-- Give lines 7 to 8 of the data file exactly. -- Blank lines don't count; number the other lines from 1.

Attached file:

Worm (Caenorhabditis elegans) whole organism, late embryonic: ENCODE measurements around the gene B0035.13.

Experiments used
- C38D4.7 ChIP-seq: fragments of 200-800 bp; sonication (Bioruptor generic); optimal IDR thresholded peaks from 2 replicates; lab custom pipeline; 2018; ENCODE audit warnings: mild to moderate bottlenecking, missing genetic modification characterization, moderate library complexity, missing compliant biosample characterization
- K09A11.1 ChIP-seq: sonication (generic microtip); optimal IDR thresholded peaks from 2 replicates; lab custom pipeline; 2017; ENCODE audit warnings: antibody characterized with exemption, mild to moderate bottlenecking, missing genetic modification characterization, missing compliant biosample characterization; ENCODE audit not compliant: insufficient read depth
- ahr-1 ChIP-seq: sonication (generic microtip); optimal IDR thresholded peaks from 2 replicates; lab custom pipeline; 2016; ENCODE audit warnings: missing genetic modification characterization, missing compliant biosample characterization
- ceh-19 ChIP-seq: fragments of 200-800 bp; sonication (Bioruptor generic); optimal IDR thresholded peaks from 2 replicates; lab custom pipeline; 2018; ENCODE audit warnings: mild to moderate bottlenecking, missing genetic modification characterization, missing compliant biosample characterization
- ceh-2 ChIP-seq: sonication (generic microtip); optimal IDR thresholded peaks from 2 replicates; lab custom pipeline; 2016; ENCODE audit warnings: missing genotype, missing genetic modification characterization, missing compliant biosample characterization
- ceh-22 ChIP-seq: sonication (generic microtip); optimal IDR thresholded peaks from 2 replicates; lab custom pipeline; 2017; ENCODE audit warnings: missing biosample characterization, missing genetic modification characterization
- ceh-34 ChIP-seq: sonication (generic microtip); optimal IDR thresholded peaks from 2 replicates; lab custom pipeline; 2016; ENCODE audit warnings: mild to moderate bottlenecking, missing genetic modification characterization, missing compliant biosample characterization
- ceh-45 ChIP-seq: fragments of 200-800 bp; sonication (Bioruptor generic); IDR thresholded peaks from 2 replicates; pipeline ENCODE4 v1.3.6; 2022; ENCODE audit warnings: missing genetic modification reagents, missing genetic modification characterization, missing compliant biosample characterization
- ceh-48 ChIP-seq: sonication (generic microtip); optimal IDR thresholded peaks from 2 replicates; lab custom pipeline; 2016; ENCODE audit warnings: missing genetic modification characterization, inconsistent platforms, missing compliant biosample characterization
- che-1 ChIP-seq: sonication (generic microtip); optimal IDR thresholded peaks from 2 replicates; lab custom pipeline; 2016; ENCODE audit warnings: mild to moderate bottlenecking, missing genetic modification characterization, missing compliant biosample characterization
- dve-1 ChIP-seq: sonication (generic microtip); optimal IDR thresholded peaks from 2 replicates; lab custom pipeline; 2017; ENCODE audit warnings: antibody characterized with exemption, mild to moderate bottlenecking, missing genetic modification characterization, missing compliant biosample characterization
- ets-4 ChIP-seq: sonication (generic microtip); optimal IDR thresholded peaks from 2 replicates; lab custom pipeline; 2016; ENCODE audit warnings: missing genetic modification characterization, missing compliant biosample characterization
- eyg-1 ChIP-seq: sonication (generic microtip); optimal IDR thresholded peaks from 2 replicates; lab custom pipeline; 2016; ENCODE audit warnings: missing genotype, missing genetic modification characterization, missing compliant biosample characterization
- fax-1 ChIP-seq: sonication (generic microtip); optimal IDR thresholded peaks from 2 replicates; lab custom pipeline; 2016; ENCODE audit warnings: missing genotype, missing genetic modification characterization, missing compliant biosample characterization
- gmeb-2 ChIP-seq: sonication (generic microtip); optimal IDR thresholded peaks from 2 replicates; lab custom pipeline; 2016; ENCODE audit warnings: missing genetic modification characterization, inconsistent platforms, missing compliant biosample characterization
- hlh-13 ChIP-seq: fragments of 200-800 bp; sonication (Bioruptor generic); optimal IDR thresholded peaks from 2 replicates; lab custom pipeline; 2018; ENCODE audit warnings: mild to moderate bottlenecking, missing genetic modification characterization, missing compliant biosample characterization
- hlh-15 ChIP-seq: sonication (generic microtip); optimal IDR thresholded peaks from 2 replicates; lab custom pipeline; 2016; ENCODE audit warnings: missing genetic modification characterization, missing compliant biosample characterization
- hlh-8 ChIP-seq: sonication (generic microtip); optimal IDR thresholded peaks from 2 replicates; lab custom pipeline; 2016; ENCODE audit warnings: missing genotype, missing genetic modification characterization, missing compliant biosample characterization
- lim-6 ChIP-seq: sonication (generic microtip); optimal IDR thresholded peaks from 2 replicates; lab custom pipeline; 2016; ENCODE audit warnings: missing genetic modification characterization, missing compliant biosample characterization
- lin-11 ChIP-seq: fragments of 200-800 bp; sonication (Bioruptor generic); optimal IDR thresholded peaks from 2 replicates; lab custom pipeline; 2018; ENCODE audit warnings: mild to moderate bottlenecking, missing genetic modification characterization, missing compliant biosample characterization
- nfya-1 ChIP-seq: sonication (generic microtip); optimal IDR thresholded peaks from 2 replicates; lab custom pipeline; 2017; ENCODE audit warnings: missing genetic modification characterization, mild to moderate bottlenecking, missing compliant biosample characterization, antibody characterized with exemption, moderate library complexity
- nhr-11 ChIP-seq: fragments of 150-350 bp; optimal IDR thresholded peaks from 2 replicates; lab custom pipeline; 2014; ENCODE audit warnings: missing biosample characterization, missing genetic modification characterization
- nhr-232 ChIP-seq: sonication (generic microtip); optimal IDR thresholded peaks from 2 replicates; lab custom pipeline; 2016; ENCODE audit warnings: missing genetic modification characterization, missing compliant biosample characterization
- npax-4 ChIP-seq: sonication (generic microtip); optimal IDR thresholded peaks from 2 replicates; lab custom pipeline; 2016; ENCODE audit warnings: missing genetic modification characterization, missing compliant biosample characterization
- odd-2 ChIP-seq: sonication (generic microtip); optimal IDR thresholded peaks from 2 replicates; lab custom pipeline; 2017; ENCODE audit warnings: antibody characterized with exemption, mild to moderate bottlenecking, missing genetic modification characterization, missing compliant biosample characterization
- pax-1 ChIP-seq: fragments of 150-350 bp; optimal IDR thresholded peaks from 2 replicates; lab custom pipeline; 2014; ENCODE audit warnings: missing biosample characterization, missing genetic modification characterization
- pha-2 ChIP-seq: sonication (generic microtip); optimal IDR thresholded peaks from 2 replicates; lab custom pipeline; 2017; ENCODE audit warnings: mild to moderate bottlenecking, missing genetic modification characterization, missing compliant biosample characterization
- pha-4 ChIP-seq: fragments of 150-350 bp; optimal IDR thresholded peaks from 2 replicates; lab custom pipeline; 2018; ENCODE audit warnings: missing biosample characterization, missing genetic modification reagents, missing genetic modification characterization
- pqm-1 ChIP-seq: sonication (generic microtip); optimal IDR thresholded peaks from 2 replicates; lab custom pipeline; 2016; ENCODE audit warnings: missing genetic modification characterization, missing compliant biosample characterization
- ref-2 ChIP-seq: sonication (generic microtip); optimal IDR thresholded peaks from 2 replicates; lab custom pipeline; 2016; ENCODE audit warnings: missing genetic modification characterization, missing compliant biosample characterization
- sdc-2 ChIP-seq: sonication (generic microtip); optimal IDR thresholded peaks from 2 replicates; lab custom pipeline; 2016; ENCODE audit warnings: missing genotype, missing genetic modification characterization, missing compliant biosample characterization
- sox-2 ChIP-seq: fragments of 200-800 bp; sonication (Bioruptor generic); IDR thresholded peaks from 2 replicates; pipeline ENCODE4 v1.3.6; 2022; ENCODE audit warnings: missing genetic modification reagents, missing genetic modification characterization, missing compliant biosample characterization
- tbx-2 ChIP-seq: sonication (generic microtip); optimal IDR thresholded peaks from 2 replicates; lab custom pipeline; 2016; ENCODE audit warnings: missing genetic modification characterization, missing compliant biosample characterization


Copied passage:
- ceh-2 ChIP-seq: sonication (generic microtip); optimal IDR thresholded peaks from 2 replicates; lab custom pipeline; 2016; ENCODE audit warnings: missing genotype, missing genetic modification characterization, missing compliant biosample characterization
- ceh-22 ChIP-seq: sonication (generic microtip); optimal IDR thresholded peaks from 2 replicates; lab custom pipeline; 2017; ENCODE audit warnings: missing biosample characterization, missing genetic modification characterization